The essential nutrients that plants need in the smallest quantities are called micronutrients, and they include iron, manganese, boron, copper, zinc, molybdenum, chlorine, and nickel. Fortunately, organic matter usually supplies adequate amounts of these nutrients, because adding too much of any one of these micronutrients can cause more problems than adding none at all.
Micronutrient deficiency is often hard to spot because plants vary in their specific needs and symptoms. Too little iron, for example, can cause blueberry leaves to turn yellow between the veins; too little boron can cause black spots on beet roots.
If your plants have a micronutrient deficiency, the best solution may be to adjust the pH to the level that those specific plants prefer rather than to apply micronutrient fertilizers. Blueberries, for example, require acidic soil; at a pH of 4.2 to 5, the plants usually can take up all the iron they need from the soil. If blueberry plants show symptoms of iron deficiency, check the soil pH, and adjust it if necessary. Beets, on the other hand, prefer a soil pH between 6.5 and 7. If the pH is too low or too high, they can't take up the boron they need. It's better to adjust the pH than to add boron-rich fertilizers, because too much boron can harm other types of plants.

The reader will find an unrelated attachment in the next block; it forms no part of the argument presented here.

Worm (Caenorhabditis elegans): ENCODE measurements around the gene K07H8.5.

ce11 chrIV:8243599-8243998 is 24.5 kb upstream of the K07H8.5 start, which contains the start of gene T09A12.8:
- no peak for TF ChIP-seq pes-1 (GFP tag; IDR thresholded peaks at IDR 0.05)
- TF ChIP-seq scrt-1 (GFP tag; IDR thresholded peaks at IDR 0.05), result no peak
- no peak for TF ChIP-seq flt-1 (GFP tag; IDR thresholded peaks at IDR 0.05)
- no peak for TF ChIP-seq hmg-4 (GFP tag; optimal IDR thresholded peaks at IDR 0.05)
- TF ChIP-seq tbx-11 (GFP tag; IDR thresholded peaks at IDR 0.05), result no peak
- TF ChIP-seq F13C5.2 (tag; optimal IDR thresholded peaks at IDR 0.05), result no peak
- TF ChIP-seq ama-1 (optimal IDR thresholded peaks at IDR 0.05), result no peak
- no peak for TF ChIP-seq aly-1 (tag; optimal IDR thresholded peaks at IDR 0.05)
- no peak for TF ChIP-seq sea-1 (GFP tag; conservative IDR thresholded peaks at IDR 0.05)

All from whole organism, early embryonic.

It pays to research the plants you're growing so that you can provide them the basic growing environment they require. You'll save time, aggravation, and money spent on unnecessary — and possibly detrimental — micronutrient fertilizers.
Some fertilizers contain chelated micronutrients. In the process of chelation, the nutrients are chemically bound to other molecules so that the plants can absorb them more easily. Usually, chelated micronutrient fertilizers are used to provide a quick, short-term fix for mineral deficiencies.
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